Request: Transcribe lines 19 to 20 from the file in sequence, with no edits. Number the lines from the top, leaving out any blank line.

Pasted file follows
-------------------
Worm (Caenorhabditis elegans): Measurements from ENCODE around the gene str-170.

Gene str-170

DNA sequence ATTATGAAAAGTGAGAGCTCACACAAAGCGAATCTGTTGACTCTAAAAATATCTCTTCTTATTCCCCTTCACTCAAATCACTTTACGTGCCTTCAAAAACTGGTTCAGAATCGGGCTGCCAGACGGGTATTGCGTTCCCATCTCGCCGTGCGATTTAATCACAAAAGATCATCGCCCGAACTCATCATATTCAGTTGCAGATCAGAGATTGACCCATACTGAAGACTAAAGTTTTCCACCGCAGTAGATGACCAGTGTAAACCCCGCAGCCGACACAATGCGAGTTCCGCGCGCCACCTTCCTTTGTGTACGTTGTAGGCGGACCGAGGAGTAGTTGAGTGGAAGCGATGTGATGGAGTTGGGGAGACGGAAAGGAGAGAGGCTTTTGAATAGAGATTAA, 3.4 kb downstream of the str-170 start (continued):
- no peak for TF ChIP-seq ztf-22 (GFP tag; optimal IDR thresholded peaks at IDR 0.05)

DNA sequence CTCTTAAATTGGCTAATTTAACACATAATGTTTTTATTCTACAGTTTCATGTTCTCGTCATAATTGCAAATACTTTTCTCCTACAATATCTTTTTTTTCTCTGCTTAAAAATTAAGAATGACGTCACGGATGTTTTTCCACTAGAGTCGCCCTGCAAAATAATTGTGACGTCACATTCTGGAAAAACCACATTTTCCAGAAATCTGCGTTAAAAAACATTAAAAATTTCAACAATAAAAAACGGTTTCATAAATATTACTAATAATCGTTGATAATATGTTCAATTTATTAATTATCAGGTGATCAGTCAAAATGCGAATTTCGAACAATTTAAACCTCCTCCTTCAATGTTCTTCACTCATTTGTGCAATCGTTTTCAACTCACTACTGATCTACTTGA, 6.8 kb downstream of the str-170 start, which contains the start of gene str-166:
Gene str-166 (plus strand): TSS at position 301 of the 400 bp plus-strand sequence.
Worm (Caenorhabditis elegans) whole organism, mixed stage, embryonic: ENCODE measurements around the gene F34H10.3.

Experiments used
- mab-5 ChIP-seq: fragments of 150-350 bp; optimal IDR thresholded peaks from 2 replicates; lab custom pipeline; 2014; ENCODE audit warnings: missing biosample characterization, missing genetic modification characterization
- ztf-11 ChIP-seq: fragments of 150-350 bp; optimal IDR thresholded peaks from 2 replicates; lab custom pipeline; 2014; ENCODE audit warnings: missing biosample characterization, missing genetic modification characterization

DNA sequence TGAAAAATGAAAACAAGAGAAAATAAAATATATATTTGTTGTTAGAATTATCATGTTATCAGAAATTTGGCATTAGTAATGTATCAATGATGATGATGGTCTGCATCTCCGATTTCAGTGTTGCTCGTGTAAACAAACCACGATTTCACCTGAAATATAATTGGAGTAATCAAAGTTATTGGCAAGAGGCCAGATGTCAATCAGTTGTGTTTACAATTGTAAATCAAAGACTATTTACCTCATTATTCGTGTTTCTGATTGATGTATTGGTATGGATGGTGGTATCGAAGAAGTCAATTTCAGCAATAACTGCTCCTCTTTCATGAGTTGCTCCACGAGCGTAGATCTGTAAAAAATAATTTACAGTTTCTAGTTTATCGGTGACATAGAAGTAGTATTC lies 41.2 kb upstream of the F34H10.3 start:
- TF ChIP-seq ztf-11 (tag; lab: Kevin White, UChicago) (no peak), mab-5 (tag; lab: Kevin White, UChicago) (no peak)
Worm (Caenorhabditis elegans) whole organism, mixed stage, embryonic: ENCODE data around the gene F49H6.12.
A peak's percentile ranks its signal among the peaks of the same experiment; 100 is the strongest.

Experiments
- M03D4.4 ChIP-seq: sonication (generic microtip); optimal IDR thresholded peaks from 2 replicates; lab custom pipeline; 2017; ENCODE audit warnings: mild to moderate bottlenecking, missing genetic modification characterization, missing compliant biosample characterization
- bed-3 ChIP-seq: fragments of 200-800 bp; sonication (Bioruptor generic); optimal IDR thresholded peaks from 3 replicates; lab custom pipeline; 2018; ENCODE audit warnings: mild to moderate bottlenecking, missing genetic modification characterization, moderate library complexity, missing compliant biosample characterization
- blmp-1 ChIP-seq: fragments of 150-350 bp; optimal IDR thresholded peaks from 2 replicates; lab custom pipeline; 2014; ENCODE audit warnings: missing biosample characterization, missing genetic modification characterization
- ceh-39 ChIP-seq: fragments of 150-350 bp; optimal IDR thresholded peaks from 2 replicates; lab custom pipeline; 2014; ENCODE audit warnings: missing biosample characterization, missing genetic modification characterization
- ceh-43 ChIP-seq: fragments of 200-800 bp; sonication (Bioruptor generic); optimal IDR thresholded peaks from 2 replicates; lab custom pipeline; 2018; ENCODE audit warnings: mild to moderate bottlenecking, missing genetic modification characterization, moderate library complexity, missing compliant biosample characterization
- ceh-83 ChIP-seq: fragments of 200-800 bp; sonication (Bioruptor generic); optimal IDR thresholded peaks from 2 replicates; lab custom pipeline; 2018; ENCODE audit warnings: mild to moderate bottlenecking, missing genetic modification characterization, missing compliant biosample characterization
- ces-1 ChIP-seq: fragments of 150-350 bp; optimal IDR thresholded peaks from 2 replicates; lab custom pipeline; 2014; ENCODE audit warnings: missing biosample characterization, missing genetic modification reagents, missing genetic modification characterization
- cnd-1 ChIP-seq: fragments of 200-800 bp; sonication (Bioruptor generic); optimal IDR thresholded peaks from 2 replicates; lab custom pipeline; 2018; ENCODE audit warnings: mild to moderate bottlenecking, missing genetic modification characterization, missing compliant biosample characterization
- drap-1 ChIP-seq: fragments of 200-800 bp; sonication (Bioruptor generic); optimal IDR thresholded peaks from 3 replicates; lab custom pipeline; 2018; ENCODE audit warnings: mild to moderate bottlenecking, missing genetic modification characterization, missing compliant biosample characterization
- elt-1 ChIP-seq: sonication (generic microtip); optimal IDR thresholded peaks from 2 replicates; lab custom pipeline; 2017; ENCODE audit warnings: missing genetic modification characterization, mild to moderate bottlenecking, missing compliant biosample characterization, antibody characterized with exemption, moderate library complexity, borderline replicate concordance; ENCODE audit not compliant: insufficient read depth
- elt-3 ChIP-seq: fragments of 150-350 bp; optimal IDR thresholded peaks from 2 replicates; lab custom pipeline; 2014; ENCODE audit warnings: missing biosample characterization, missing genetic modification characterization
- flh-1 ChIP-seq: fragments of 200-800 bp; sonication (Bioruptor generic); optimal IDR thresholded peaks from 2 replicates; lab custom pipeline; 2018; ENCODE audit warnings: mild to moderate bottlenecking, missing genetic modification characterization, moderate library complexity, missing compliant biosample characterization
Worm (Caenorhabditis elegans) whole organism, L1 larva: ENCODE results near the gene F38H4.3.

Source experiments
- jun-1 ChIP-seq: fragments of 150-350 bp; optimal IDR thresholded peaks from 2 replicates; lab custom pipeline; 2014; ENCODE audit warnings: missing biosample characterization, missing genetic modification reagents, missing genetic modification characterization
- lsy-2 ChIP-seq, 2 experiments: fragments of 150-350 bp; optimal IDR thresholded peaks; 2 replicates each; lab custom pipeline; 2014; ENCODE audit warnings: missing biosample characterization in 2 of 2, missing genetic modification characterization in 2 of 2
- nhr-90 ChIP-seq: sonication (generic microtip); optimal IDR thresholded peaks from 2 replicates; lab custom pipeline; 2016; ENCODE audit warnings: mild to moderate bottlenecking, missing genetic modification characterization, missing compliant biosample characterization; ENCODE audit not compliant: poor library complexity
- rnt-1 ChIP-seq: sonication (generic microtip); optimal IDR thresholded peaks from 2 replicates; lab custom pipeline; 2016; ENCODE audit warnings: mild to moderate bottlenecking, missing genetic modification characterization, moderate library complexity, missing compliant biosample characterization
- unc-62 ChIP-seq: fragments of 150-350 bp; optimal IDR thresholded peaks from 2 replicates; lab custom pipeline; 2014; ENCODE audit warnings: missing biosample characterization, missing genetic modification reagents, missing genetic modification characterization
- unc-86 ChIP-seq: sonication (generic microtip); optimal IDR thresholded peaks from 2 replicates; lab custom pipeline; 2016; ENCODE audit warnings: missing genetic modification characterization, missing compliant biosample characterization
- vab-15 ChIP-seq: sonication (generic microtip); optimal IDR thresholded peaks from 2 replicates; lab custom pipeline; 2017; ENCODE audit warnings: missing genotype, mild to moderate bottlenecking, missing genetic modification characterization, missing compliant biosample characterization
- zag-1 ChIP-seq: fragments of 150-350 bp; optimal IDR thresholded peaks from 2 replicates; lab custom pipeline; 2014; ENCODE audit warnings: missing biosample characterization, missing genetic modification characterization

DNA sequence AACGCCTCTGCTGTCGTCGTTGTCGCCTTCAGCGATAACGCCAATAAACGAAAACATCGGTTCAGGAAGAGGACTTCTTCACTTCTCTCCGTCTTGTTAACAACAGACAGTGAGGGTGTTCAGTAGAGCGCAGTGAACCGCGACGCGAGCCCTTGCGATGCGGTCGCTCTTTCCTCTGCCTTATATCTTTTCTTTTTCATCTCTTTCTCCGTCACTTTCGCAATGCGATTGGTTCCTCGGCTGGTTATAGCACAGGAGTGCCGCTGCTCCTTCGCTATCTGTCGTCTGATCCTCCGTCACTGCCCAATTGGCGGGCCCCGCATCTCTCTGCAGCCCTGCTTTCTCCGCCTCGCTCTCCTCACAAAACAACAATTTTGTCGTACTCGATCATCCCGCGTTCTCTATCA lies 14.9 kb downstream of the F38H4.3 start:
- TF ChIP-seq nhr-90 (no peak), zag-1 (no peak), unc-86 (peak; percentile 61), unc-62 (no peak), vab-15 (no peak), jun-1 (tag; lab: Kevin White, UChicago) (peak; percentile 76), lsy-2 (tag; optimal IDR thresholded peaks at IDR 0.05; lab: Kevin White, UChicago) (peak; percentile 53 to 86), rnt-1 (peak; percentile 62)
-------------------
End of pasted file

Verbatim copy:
- ceh-39 ChIP-seq: fragments of 150-350 bp; optimal IDR thresholded peaks from 2 replicates; lab custom pipeline; 2014; ENCODE audit warnings: missing biosample characterization, missing genetic modification characterization
- ceh-43 ChIP-seq: fragments of 200-800 bp; sonication (Bioruptor generic); optimal IDR thresholded peaks from 2 replicates; lab custom pipeline; 2018; ENCODE audit warnings: mild to moderate bottlenecking, missing genetic modification characterization, moderate library complexity, missing compliant biosample characterization